Advertisement

A hui that battles school waste faced closure. Then the community stepped in

Windward Zero Waste School Hui was in trouble. Just like many nonprofits, COVID-19 endangered their program.
Published: Jan. 13, 2022 at 2:31 PM HST|Updated: Jan. 13, 2022 at 4:56 PM HST
Email This Link
Share on Pinterest
Share on LinkedIn

HONOLULU (HawaiiNewsNow) - Windward Zero Waste School Hui was in trouble. Just like many nonprofits, COVID-19 endangered their program.

Staff thought that 17 years of hard work was going to come to an end ― until they realized how much they meant to the community.

The hui takes organic material from five schools and turns it into compost.

“If you look at the schoolyard is an ecosystem, it’s a disaster,” said Mindy Jaffe, the coordinator for the organization. “And we’re correcting that. We’re turning it into a sustainable, balanced ecosystem.”

Kainalu Elementary School has had the program for years. They have multiple compost piles around their campus, worm bins, and gardens.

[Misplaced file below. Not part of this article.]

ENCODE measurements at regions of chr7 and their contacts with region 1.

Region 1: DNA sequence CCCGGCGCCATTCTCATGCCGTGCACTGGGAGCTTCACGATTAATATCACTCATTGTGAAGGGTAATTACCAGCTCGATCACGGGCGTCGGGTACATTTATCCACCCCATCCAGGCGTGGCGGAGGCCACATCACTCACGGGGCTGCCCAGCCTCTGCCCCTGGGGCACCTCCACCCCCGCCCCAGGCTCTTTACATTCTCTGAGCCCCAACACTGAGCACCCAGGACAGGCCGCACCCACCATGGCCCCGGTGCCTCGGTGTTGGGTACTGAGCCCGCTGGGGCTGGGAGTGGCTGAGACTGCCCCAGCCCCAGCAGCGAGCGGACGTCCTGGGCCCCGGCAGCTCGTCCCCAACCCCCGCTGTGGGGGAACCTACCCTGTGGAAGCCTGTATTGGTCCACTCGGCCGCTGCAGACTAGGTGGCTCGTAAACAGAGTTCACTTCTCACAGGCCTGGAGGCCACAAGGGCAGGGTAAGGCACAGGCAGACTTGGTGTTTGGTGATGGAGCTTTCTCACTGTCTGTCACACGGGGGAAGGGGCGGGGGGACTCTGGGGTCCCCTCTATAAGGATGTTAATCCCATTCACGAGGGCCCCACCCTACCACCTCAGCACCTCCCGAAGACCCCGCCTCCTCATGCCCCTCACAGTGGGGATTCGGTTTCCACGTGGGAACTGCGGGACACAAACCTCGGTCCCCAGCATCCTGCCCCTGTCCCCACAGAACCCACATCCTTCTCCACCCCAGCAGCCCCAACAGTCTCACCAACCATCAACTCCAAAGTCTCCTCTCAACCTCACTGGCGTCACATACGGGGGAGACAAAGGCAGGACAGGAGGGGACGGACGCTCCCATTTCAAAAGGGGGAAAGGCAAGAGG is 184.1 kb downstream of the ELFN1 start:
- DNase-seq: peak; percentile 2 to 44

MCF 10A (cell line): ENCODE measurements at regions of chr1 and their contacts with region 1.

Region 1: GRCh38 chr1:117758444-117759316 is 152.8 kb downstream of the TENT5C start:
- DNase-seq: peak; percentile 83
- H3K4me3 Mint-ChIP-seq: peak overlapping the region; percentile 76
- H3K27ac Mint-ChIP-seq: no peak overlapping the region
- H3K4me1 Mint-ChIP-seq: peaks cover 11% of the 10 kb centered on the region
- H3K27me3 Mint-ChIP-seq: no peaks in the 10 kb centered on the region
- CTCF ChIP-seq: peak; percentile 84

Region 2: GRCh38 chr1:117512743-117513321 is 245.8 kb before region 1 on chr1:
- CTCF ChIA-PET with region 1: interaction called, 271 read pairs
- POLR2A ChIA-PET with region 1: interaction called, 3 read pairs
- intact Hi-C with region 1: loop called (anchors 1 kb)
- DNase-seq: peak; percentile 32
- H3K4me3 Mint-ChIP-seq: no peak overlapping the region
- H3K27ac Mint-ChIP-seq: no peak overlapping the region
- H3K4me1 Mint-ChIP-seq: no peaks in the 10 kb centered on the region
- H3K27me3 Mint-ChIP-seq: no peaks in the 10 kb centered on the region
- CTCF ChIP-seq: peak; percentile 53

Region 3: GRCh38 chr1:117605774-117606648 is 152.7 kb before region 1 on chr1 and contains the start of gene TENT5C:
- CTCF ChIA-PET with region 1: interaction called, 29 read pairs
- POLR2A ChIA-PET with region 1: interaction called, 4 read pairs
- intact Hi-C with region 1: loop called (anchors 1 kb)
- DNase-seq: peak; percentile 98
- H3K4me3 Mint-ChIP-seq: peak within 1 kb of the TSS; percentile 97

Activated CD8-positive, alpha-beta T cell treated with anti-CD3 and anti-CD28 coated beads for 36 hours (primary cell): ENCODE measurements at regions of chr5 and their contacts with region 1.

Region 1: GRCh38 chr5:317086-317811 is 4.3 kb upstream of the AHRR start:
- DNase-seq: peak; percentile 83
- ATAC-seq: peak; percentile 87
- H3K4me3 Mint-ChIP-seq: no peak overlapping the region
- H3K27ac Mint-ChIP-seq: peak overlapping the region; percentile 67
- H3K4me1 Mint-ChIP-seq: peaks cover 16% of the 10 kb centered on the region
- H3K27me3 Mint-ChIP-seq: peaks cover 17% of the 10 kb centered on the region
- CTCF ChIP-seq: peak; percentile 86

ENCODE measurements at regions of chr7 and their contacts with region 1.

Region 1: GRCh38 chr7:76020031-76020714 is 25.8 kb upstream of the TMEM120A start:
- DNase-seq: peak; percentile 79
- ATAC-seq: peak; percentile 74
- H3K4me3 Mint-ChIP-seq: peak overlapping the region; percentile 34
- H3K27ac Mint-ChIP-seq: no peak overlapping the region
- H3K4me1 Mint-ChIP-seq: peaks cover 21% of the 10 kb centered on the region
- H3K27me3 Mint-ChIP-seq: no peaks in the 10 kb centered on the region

I believe we’ve gone from about 22 bags of trash during school lunch to about four,” said Principal Kimberly Anthony-Maeda.

They sell Vermicast, worms, and teach kids about sustainability in the process.

Workers are passionate about their jobs, and they kept up the enthusiasm even after schools doubled their waste when they began offering free breakfast last year.

But before they knew it, all that extra work ate up all of their funds.

“It was gonna be the end,” Jaffe said. “I emailed everybody and I said don’t come to work because I don’t have a job for you. We’re done.”

“I was devastated,” said Anthony-Maeda. “My own children go to school here. And they have a brand new outlook on reducing our footprint as far as waste for our schools.”

But Jaffe’s employees had a different idea.

“We’re going to start a GoFundMe campaign and we’re gonna make money,” said staff member Ron Brasher. “And we did and we came back to work.”

In about 20 days, the GoFundMe raised over $13,000.

“I was totally floored,” Jaffe said. “I was just amazed.”

“When we ran out of money, I thought, man. You better be doing something else with your life because this ain’t going nowhere,” she said.

“But now I’m feeling that that’s just not true. It is going somewhere.”

They’re hoping for a bit more support until the compost is ready to sell. But they can keep the worms full for another month.

If you would like to contribute to the Windward Zero Waste School Hui GoFundMe, donate here.

Copyright 2022 Hawaii News Now. All rights reserved.